47. MauryDid you look at the PJM?The US grid is very robust. Look at the places where large scale blackouts stopped. Lots of changes in the last 50 years. There are a few weak spots. Round up the usual suspects and you will find places like California and NY. It is not that utilities do not know where they are needed. The same folks that want renewable energy fight new transmission lines. There are also new standards for power plants to keep running through grid upsets. A new power plant will keep running at reduce power supplying house loads if the grid goes down. Then will make restoring the grid much faster than in the past. It is more of a matter of design philosophy than anything else. I wrote the technical guide for my company. Rather than allow a domino effect, you design to prevent it.In the good old days when large reserve margins existed, frequency deviations were not an issue.

    Comment by Kit P | October 13, 2009

  48. I would like to know if natural gas is not currently abundant in the US, why has my natural gas rate been lowered not once, but twice in the last year? Also, why have I seen CEO after CEO of different NG drilling companies on bloomberg, or such, saying we have an over-supply of natural gas which will keep prices down for the near future?I'm not trying to be rude, I'm genuinely curious. Thanks!

    Comment by OptimisticDoomer | October 13, 2009

  49. Over on TOD, they have a post that there may be 500 billion barrels of crude in the Tupi region of Brazil. More than Saudi Arabia.Some say Uganda also has an enormous reserve. We know Venezuela has a trillion barrels in the Orinoco trench. The question–will anybody want that oil in 25 more years?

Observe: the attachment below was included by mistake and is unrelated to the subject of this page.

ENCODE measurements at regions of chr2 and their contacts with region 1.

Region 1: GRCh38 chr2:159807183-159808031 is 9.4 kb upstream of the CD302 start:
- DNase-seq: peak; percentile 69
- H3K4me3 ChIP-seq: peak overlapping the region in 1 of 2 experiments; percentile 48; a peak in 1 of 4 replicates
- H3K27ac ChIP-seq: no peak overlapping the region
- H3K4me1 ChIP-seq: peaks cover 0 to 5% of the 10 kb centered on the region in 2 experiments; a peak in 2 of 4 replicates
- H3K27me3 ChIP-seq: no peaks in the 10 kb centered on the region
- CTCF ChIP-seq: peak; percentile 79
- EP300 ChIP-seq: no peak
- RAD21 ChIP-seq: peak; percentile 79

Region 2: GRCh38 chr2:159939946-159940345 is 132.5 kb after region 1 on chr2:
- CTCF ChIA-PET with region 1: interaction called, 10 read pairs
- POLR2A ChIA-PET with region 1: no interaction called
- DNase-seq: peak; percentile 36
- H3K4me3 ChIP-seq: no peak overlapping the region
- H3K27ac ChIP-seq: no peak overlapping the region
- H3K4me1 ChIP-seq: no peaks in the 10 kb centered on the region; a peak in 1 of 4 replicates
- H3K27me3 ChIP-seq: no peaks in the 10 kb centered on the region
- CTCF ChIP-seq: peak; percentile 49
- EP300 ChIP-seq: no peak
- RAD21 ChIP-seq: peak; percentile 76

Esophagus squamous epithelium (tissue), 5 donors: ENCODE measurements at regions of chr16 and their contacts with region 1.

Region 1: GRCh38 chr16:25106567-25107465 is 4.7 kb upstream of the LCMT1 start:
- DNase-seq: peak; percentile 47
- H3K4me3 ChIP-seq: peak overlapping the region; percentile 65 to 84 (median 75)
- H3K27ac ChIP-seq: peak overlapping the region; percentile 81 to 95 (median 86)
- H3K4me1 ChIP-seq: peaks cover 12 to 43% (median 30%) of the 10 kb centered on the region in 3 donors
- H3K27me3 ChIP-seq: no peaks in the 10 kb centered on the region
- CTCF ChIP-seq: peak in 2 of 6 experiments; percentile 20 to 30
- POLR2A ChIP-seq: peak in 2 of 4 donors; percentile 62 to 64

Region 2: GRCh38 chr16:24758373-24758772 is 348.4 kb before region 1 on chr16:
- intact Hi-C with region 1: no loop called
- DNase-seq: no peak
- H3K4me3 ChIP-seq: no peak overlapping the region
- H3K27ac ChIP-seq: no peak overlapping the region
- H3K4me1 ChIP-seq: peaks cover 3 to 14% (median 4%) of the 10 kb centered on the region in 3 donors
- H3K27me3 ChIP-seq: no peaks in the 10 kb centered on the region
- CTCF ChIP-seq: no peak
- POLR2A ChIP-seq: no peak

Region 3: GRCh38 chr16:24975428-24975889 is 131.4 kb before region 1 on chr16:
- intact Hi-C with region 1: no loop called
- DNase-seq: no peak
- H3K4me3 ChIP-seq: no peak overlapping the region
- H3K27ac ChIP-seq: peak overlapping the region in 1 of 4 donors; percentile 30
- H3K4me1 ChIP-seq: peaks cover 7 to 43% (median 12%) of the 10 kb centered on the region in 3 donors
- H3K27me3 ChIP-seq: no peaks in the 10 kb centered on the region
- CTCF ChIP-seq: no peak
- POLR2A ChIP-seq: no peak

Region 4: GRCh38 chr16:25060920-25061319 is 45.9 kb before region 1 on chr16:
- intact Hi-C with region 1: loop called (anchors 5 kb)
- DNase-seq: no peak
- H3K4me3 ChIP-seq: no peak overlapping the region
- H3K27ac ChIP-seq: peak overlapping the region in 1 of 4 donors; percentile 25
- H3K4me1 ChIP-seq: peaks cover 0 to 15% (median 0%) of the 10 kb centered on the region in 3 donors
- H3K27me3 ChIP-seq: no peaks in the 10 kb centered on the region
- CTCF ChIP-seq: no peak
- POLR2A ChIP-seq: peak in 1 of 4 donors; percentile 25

Comment by Benny "Boom, No Doom" Cole | October 13, 2009

  50. In Germany, feed in tarrif: “Owners of solar panels receive as much 43 euro cents (64 U.S. cents) per kilowatt-hour of power they generate. That’s set to fall as solar equipment becomes cheaper. The normal consumer price per kilowatt-hour is about 20 euro cents.” http://www.bloomberg.com/apps/news?pid=20601100&sid=a.n3DbbmJS6w In California (from Dow Jones but sorry no link):“California Governor Arnold Schwarzenegger signed legislation Sunday that will create a European-style above-market tariff, called a feed-in tariff, for small solar-panel generators. …..Some solar companies said the bill's pricing scheme would create a feed-in tariff of about 15 to 17 cents a kilowatt-hour, which they said wouldn't be high enough to spur significant investment.”

    Comment by Kit P | October 13, 2009

  51. OptimisticDoomer said…Could you be more specific when you say “my natural gas rate been lowered”?What was the rate 10 years ago and what is the rate now? What is the 20 year trend?My coal generated electricity has gone from 5 cents/kwh to 7 cents/kwh because of the cost of pollution controls. Someplace else NG generated electricity has gone from 15 cents/kwh to 12 cents/kwh because of decrease in NG. Who is better off?While NG is abundant, we do not have an oversupply we have an under demand. Much of the cause is the people put out of work by short terming thinking by ‘CEO after CEO’ in the NG industry. Damaging the US economy is okay as long as they make their short term profits. I am not trying to be rude when I wonder what ‘near future’ means for folks with an attention span of 15 minutes. In the electricity generating industry, decisions are made for 60 years.The ramifications of over capacity are small. The consequences of under supply are huge.

    Comment by Kit P | October 13, 2009